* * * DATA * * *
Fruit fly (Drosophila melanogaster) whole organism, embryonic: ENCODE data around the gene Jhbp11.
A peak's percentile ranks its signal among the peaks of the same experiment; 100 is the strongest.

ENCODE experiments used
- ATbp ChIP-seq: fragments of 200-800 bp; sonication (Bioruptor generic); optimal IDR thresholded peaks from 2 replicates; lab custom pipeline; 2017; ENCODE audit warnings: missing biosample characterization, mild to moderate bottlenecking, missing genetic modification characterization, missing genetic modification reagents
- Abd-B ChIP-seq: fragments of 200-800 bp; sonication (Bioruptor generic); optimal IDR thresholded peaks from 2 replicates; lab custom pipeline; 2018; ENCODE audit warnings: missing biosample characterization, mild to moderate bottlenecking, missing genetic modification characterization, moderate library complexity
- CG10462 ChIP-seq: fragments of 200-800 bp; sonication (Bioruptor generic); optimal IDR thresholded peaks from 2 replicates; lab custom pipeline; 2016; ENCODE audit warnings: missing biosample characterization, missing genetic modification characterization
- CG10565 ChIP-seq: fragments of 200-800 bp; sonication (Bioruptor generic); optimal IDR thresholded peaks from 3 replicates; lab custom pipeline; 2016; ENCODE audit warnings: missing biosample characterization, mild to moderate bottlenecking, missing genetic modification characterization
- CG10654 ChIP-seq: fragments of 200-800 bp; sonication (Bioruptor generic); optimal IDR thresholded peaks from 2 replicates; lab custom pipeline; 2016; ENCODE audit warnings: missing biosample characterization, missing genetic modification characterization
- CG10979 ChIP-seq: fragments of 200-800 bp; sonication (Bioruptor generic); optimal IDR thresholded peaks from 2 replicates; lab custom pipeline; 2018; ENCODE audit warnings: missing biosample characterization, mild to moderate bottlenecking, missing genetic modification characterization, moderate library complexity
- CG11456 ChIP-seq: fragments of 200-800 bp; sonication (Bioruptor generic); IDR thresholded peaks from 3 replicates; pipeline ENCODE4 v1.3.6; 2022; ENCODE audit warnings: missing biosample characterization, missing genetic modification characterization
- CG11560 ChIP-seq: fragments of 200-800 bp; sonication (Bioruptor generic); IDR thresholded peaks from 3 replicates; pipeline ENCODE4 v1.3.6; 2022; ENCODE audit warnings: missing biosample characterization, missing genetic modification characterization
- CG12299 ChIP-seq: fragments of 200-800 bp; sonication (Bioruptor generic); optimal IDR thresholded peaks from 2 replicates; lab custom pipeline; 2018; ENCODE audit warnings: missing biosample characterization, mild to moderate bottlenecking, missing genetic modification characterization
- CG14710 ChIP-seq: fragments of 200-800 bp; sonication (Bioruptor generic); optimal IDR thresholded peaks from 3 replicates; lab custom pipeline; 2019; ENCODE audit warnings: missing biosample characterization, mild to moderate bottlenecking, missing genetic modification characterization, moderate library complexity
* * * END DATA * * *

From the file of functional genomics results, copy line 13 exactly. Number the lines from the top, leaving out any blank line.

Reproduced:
- CG14710 ChIP-seq: fragments of 200-800 bp; sonication (Bioruptor generic); optimal IDR thresholded peaks from 3 replicates; lab custom pipeline; 2019; ENCODE audit warnings: missing biosample characterization, mild to moderate bottlenecking, missing genetic modification characterization, moderate library complexity